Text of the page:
Last Monday, the Wall Street Journal reported that companies “have struggled for years to reduce their legal costs, with little success” and that “[n]ow technology is coming to the rescue.” I’ve struggled since then with how to think about this article. 

On the Case (paid subscription req’d) explains that businesses “are finding they can use software to automate routine legal matters, such as drafting standard employment contracts, as well as streamline complex chores like patent applications.”

One the one hand, I was disappointed that the Journal neither unearthed new examples of the application legal technology nor cited large companies beyond those usually mentioned in articles about legal technology. On the other hand, I take comfort in blogger Adam Smith, Esq. comments that the fact that the WSJ reports on something, certifies it is a trend.

This article reminds me that real change is likely to come from external forces. Only a few general counsels are pushing the envelope. My hope is that CEOs and CFOs read this article and send it to their GCs with a hand-written note asking “are we doing this yet?” Now that might have an impact on how law departments and firms operate.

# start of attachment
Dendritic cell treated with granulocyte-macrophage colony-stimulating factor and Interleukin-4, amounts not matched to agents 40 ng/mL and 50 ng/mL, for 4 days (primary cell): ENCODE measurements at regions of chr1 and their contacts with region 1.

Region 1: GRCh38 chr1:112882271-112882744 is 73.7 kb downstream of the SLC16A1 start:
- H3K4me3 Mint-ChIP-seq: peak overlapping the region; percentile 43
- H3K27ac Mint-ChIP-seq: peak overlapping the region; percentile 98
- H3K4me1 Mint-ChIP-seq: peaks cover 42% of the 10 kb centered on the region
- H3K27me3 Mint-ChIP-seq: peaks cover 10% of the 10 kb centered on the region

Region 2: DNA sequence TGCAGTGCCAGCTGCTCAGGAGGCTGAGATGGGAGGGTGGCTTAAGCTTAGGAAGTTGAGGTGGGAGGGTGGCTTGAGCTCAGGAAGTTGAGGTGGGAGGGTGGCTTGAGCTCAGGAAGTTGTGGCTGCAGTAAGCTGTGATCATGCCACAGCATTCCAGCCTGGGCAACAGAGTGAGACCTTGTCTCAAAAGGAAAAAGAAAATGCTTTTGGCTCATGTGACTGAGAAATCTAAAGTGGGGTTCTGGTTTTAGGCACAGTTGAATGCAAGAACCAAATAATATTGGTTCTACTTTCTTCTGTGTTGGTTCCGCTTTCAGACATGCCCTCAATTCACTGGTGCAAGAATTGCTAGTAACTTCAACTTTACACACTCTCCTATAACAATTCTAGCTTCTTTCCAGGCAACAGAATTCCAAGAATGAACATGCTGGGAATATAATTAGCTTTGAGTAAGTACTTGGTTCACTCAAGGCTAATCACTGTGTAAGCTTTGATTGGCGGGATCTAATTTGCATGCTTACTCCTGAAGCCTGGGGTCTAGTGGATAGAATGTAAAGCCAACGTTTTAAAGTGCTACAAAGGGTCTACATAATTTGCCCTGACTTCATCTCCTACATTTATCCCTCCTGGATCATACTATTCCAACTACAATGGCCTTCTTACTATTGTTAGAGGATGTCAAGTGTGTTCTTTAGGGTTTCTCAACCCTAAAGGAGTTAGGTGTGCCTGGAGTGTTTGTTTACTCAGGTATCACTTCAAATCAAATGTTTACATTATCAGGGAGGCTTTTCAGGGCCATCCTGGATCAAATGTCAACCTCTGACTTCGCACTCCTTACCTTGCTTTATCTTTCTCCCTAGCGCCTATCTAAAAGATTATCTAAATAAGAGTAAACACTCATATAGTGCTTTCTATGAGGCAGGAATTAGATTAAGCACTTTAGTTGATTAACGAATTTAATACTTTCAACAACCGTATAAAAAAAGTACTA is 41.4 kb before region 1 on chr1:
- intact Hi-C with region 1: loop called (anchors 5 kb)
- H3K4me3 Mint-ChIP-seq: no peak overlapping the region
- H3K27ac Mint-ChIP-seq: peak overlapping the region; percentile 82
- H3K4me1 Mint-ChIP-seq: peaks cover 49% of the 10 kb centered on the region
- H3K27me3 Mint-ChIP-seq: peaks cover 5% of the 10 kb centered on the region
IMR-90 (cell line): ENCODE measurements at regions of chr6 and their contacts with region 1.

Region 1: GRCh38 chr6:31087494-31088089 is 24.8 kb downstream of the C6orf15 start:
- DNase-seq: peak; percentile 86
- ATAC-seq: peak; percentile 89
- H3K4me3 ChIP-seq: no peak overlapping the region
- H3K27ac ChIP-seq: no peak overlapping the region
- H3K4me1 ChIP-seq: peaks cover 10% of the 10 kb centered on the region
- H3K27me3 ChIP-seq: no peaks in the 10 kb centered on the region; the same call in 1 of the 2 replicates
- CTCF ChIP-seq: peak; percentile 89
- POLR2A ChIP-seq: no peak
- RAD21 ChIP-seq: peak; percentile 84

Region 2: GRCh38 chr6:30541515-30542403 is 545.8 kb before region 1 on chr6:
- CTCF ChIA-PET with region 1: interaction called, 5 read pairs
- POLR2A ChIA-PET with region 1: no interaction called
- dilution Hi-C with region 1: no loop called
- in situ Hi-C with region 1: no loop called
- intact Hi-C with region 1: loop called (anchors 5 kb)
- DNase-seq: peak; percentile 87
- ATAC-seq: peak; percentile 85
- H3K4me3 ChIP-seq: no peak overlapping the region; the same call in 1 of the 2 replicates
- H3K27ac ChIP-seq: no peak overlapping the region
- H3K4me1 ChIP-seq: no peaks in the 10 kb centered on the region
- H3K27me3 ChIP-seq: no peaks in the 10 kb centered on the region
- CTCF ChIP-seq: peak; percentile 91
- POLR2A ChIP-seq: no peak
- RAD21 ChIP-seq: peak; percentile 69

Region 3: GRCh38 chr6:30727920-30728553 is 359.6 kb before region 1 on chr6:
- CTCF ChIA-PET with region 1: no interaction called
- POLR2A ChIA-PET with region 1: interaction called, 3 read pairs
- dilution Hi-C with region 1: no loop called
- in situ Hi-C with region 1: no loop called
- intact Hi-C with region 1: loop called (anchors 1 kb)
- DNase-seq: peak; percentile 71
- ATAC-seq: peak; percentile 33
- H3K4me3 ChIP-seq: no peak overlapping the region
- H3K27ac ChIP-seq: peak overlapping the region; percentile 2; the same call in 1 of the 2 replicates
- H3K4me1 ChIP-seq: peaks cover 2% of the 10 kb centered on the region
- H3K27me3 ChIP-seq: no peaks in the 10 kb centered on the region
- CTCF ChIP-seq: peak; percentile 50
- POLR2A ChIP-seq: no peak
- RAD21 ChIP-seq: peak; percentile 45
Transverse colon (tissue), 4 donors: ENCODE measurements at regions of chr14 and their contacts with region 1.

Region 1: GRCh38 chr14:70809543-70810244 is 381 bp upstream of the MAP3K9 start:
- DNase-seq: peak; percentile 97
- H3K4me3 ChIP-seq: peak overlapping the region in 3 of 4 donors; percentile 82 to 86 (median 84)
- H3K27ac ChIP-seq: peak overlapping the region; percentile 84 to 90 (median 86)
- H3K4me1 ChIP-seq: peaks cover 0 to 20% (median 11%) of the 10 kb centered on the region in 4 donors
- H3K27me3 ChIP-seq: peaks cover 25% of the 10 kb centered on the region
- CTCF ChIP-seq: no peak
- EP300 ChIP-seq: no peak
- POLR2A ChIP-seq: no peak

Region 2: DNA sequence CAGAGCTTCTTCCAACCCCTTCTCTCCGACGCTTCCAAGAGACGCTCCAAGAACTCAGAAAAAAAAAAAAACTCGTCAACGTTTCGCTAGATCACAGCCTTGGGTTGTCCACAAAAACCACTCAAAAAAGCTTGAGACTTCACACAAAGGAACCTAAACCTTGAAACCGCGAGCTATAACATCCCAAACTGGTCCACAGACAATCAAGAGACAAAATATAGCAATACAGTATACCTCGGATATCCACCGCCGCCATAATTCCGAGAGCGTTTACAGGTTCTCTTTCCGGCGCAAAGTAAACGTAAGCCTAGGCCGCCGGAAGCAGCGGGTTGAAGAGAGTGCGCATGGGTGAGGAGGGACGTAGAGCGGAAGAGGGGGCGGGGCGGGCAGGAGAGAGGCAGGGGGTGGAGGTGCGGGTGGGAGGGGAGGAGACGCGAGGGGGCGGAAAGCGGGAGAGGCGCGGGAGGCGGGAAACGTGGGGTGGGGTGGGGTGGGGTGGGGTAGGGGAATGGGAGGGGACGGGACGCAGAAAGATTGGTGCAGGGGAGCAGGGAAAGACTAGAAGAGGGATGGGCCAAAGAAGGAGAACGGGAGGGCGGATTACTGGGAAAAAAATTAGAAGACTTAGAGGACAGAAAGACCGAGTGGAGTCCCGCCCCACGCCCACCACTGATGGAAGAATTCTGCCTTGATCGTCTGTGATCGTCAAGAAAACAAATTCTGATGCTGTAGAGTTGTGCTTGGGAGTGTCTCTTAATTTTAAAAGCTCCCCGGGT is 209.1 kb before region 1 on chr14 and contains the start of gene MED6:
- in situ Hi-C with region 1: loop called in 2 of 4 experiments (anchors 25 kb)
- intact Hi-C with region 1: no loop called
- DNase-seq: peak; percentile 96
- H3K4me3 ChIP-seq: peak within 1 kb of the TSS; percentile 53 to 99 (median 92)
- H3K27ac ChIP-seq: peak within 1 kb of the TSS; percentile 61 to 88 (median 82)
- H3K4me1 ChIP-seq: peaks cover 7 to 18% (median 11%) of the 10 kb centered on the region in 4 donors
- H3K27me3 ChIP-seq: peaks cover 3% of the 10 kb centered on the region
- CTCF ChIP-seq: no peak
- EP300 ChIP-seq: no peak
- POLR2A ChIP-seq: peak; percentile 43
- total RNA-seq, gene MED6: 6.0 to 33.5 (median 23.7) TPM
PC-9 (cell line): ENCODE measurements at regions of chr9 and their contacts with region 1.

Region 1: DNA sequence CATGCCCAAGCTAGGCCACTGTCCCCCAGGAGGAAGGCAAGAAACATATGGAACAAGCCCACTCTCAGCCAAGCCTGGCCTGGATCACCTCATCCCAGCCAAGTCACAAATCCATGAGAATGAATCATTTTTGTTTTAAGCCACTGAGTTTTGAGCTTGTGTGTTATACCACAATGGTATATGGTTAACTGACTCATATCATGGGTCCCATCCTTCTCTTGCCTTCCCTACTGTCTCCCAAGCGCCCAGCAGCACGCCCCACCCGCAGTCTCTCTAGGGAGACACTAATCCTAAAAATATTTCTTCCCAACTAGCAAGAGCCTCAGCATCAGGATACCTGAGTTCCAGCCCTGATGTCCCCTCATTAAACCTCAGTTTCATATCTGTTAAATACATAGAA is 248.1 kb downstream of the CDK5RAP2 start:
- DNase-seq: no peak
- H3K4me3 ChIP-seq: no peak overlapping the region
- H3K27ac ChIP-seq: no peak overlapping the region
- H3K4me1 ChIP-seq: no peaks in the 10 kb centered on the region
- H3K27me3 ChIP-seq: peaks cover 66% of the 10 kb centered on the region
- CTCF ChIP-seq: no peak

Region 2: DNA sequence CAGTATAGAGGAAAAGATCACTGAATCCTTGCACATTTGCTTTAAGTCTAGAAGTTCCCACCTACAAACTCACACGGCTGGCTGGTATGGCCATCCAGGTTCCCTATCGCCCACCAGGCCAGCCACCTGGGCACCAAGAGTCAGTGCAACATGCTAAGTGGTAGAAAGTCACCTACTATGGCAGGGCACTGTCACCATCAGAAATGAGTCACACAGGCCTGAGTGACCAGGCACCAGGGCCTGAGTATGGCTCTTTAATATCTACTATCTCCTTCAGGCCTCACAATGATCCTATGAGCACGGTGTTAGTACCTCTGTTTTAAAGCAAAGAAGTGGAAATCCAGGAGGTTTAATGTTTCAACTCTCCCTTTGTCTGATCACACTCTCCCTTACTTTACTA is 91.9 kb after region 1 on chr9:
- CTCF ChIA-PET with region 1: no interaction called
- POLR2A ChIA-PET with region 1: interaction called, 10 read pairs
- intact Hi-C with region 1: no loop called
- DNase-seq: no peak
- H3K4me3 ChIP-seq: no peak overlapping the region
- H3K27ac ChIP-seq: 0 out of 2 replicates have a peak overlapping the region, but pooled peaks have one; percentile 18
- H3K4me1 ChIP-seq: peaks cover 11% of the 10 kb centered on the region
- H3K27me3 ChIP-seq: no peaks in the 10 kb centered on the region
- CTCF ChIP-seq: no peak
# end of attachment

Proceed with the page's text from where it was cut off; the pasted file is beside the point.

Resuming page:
I’ll close with an observation about considering change in the legal profession. The article says “some legal experts say it may be risky to automate or outsource legal tasks” because “[i]mportant information might fall through the cracks of automated systems.” Sure this is true, but in comparison to what? The idea that humans – with all their frailties and distractions – always catch all important information seems, how shall I say it, a tenuous position. Lawyers must learn that it’s not enough to object to the potential flaws of a new way; they have to be viewed in comparison to the flaws and risks of the existing approach.